What was fated to be will ultimately come to pass.

The crowd are quiet as set upon the stone dais were a pole and kindling arranged in the centre. Not unkindly, the Bailiff of the Land took Delah by the arm and led her to the pyre. As her hands were being bound behind her back, Delah looked to the East entrance; a clear night sky greeted her, not a star to be seen. Her head bowed with red curls loose and hanging low, the will of the gods had been decided and they would not be present for her death. Not a star burned brightly in the night sky.

The Sakrisan was aflame with anger and lust; to see the end of his torment filled his thoughts. He was lost for all time, with victory came only defeat. The end of the object of his adoration and love was to die before him. He was lost with mind swirling patterns of gods, fire and flame. The image of Lilith before him within his dream surfaced like a messenger of urgency, cajoling him to repeat the dreams through his mind.

“O Lilith the everlasting night, O seeker of the dark;

Let us mortals sleep safely, without memory of your daggers mark.”

The words came readily; spilling out over his paranoia and zealotry.

“Do unto Lilith what she wants of you,

Your heart will be black by the day is through.”

The blaze of the torches awaiting the order to douse the pyre with the cleansing fire illuminated the blackness of his heart. Hand on heart, face of fright.

The Sakrisan turns to you:

“Tell me stranger; who are you? You who have dogged my steps these last two moons, listened to my every word? Who are you stranger; someone who would listen and advise in poor faith? Why did you not mention unto me falsehoods and error? Who are YOU? O tell me the truth stranger. Do not stand dumbfounded, SPEAK. Speak stranger, open thy mouth and speak!”

You step forward:

O Sakrisan, I am but an observer and nothing more. The mischief here is of your own creation. I am but an observer in your dramas and now, terrible tragedy.

You reveal your true self:

I am but a simple creation; only prominent to hear your words. Your weak lies and your damnable floridly flowery tales. I am Enkidu living within this listener; and this my fair fellow is your night of glory! O Sakrisan, enjoy the show, the stage is now set. Enjoy the fruits of your labours for glorious triumph is now assured! Fare-thee-well, O foolish mortal. Fare-thee-well O corrupt of spirit man.

With a flourish and a broad, obvious wink, the Mischief Maker takes his leave. Azad turns back to the pyre to see it set ablaze. Quick and fluid the flames rise and engulf the kindling. Frozen, he watches as the flames tease the flesh of Delah, slowly stripping her bare of garment. Horror, as the fire becomes as one with her, face wreathed in flames, red hair burning with brilliance.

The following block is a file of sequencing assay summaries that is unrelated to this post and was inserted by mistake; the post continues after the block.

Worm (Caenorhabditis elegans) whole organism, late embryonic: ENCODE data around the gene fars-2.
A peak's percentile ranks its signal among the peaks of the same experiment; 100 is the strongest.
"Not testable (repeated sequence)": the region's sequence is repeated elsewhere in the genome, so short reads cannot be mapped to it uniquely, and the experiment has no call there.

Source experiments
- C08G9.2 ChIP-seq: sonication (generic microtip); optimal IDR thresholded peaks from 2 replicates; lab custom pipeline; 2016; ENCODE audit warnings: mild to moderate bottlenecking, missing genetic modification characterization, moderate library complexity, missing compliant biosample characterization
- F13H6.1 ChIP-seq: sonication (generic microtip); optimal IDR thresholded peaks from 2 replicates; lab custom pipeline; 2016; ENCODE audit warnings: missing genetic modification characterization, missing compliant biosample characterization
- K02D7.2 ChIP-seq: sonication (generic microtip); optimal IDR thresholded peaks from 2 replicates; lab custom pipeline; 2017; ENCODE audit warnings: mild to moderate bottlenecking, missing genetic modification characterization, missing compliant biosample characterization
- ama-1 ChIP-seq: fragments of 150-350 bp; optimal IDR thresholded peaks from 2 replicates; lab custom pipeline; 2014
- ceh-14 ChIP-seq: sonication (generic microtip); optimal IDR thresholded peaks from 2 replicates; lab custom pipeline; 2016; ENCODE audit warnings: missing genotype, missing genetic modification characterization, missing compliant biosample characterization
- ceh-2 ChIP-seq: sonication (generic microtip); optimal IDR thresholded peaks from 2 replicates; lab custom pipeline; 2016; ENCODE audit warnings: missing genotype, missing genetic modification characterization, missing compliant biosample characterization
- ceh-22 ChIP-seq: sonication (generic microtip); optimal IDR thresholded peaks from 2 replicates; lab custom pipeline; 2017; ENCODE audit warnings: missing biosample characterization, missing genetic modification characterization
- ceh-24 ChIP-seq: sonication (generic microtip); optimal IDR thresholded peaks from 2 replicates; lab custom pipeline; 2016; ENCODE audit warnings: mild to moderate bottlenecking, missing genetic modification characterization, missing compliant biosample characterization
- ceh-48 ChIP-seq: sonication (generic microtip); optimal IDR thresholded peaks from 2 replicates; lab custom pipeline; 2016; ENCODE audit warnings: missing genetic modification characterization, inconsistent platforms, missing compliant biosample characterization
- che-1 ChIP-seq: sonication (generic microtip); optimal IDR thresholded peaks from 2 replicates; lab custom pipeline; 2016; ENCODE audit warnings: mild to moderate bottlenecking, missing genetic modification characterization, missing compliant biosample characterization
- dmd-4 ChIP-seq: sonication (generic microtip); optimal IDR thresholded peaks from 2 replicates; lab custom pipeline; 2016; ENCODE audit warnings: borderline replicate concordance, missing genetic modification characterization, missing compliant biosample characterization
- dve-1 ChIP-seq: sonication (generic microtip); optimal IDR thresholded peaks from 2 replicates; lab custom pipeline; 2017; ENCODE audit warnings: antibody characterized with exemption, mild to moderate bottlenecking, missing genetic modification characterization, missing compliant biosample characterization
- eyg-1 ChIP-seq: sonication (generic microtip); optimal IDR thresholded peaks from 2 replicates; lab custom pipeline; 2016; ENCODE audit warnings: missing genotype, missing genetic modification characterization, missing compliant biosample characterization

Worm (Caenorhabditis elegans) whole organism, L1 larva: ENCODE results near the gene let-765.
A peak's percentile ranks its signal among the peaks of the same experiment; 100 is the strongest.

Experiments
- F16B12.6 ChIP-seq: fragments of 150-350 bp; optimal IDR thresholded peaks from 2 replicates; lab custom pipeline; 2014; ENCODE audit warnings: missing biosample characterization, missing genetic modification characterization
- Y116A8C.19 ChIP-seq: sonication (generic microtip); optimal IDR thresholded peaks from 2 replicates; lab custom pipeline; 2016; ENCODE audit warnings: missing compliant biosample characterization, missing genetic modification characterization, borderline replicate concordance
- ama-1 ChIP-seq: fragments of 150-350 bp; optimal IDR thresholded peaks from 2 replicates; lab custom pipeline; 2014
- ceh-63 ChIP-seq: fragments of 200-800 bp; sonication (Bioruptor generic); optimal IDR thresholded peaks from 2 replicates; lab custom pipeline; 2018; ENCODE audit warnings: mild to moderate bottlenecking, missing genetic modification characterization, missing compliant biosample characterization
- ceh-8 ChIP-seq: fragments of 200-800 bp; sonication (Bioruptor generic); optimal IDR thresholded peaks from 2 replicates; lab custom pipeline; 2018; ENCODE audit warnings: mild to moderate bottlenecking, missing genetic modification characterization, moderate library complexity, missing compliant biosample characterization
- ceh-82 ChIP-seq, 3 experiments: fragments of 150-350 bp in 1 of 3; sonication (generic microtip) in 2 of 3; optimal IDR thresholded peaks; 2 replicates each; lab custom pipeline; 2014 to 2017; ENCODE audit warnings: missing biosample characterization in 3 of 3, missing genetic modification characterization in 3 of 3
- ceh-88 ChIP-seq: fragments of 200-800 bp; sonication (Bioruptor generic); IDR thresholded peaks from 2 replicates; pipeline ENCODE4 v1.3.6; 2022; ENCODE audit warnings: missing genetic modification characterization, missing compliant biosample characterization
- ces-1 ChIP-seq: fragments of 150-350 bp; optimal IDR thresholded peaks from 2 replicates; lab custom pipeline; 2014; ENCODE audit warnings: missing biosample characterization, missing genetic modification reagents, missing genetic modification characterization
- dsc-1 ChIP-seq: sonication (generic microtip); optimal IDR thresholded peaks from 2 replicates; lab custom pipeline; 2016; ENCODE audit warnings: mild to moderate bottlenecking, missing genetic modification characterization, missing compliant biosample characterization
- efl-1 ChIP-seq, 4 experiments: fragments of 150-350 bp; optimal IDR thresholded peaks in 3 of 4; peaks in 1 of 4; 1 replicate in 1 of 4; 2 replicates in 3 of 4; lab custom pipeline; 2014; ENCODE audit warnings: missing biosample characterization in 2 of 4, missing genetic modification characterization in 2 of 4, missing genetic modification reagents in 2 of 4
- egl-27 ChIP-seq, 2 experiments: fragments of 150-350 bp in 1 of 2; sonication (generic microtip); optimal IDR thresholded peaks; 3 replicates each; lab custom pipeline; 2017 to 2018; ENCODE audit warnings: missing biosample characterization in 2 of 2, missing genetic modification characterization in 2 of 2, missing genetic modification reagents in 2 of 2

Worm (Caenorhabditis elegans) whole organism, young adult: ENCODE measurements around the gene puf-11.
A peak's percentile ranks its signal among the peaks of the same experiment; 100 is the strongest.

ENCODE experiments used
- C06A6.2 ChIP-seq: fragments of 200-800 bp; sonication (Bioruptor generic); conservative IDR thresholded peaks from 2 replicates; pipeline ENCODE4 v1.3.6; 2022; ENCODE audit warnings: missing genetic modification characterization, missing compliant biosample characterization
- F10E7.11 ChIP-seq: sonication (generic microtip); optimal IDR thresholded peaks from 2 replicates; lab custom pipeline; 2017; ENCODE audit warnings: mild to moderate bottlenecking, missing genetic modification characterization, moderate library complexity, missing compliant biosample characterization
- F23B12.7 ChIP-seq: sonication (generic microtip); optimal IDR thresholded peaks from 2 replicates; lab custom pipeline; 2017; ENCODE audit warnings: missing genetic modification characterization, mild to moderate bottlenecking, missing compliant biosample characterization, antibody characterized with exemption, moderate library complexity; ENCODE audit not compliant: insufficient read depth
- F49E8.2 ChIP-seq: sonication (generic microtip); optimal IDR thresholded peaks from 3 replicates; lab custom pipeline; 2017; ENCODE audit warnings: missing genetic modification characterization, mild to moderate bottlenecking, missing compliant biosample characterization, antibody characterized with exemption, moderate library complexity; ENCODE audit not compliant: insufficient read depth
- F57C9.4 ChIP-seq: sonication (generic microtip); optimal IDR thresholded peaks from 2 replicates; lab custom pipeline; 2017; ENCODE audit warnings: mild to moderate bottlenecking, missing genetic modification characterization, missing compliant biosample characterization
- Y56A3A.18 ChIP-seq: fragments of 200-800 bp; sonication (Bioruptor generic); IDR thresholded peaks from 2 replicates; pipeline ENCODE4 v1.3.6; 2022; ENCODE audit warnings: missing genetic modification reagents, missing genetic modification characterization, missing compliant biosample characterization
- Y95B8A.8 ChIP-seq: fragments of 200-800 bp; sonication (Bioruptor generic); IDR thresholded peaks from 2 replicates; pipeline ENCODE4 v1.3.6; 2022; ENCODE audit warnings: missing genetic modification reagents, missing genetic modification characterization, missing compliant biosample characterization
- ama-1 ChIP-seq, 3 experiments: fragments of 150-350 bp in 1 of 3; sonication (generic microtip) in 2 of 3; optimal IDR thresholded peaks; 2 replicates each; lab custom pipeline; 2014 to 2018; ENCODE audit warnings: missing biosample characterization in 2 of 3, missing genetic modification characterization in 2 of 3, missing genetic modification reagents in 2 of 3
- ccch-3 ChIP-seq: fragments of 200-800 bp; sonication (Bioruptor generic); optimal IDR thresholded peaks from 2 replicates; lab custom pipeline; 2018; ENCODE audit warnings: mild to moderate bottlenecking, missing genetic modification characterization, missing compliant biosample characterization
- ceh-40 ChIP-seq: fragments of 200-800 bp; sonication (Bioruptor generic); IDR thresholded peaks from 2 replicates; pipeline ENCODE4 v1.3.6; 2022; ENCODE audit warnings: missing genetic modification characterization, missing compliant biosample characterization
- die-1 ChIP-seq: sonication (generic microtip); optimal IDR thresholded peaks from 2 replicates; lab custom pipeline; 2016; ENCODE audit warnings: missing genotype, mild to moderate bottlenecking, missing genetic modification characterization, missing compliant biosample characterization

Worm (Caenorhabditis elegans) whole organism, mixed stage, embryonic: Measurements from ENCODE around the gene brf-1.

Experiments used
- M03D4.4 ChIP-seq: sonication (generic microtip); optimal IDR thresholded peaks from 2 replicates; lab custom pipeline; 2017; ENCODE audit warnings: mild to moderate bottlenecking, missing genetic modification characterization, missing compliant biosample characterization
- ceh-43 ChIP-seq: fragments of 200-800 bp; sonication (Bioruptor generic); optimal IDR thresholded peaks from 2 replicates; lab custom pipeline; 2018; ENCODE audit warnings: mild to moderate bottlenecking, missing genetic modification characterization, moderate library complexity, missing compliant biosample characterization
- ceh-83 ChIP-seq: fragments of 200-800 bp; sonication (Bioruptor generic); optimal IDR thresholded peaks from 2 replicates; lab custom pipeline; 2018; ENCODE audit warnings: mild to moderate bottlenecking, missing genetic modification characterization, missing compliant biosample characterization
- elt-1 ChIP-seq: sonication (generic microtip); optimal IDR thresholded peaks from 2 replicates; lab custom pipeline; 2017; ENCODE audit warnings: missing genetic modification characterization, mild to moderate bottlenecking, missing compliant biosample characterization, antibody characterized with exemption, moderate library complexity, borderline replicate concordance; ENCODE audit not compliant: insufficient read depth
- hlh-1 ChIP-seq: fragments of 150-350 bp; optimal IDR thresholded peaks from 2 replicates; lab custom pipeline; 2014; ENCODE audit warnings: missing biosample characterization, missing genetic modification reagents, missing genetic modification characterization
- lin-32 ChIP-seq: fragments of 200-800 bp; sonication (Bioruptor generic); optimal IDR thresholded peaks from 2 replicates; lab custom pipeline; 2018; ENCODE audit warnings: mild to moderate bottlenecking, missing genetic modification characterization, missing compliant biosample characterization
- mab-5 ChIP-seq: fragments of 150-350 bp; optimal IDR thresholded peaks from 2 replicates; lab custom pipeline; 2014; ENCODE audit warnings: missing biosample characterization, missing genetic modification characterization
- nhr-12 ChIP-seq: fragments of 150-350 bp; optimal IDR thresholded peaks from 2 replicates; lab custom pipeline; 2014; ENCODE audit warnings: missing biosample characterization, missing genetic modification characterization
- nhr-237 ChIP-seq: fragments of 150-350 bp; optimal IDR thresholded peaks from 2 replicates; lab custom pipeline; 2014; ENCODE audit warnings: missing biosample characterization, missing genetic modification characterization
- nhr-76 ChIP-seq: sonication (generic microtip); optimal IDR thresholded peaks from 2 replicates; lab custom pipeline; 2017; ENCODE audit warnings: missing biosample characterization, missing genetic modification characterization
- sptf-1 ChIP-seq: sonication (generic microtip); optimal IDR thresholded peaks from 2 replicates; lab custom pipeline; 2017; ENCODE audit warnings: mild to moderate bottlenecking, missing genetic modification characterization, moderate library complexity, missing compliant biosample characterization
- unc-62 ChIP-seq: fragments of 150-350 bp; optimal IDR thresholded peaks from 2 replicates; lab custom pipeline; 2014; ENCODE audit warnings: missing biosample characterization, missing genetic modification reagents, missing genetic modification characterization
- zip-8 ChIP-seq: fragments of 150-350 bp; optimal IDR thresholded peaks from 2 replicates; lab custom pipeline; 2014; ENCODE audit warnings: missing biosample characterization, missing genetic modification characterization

The murmur becomes a scream; a scream becomes two as Azad joins his voice with Delah’s. Arms outstretched to the pyre.

The World stops.

A dove, a bird of white emerges from the burning Sister’s chest. Tips of wing carrying the fire to the air. The dove floats and soars around the temple, glancing and igniting the large wooden supports. The dove dives to the floor to the East. A supernova of colour. Reds, whites, blacks and unnameable colours beyond the ken of mankind sear the flesh of the world.

The Earth resumes once again its relentless journey aimlessly onward until oblivion.

Delah is consumed by the fire; the two screams become one. Azad’s voice fails and dies, a terrible silence descends the Temple, punctured by the crackle of wood splintering in flame yet muffled and sounding distant and alone. The people of the Valley flee the inferno, screaming and praying, stumbling and trampling they flee. All that remains is the pyre and the Sakrisan, now kneeling before Delah. Deserted, he remained in the collapsing Temple. A giant sandstone brick that took an age to make and many lives of men to place comes crashing to the floor nearby.

A support withers in flame giving way, with rock tumbling and blocking the entrance to the West. It matters little for death and destruction will come to them all. The dying embers of the pyre upon the dais are surrounded by a wall of heat. Breathing becomes hard, sight becomes misted. Lie upon the floor and accept the fates that have been assigned. Lie down and die. What was fated to be will ultimately come to pass.

Consciousness slips the grip of the Sakrisan, tears form in his eyes. He has failed. It is time to accept the inevitable. Eyes closed finally, breathing shallow and inconsistent. The end is now nigh.


A melodic and most serene voice sings lightly from the East:

“O Sakrisan, O Priest of the Temple of E-ana I call for you. O holy Inanna does call for the Sakrisan of my Temple. Come unto me O faithful man of mine.”


To Chapter Seventy – For She is Mercy and Perfect in Every Way



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